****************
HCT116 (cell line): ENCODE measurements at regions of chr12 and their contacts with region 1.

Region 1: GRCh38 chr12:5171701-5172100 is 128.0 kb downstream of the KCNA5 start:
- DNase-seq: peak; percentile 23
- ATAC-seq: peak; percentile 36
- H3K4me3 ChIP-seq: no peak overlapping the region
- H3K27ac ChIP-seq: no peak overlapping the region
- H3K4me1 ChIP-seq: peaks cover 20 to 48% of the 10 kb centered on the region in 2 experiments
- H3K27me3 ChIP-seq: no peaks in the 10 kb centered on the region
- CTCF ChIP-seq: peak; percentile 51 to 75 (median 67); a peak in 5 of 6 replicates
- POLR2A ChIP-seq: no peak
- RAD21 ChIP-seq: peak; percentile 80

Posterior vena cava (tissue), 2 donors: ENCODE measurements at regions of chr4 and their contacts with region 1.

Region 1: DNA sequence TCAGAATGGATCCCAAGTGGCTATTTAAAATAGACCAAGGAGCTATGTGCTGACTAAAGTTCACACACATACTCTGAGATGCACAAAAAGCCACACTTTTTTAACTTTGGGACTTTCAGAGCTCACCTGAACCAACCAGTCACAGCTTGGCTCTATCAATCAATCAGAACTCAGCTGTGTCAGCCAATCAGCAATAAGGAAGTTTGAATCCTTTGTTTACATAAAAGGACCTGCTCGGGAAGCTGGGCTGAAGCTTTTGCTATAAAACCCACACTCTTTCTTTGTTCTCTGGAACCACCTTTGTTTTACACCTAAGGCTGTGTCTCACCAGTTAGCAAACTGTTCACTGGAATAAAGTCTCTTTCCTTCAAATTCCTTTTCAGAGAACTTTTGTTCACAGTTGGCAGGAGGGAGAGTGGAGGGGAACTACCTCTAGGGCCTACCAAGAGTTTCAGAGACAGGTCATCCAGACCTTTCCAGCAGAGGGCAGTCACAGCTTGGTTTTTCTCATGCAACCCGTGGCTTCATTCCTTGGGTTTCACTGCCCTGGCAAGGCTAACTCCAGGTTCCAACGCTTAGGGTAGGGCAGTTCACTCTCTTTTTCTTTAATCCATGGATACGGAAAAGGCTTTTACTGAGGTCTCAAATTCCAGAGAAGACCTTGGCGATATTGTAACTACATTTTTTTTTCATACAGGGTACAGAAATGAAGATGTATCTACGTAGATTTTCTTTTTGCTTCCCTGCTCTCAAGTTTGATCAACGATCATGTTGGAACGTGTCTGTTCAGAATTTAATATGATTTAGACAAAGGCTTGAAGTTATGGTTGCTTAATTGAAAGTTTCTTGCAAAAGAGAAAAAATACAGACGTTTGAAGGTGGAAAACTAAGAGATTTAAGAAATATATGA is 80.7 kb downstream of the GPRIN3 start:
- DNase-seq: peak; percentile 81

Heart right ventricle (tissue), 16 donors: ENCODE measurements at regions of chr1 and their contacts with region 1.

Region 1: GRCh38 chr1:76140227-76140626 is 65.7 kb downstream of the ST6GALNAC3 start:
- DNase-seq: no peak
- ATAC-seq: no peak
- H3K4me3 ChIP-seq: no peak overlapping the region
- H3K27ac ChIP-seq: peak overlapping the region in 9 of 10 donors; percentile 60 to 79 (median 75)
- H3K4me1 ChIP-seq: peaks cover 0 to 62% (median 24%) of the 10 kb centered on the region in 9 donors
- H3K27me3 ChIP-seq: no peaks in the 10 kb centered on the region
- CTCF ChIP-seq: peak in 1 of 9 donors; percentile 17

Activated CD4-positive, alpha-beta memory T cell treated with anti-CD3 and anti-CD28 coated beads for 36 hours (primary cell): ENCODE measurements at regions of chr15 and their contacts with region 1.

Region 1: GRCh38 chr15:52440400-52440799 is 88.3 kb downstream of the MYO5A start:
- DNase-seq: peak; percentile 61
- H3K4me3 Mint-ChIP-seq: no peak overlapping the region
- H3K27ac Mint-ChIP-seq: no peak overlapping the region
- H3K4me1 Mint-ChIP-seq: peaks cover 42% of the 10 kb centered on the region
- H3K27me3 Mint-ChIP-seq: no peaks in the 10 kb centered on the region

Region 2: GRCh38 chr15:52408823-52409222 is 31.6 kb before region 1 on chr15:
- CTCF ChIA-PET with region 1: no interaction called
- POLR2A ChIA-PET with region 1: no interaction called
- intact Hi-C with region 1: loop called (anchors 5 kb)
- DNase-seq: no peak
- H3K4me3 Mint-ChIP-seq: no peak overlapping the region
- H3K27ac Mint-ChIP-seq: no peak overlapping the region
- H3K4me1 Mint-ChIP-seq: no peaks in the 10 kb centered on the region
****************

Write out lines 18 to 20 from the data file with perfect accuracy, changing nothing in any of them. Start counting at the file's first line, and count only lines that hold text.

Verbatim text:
- ATAC-seq: no peak
- H3K4me3 ChIP-seq: no peak overlapping the region
- H3K27ac ChIP-seq: peak overlapping the region in 9 of 10 donors; percentile 60 to 79 (median 75)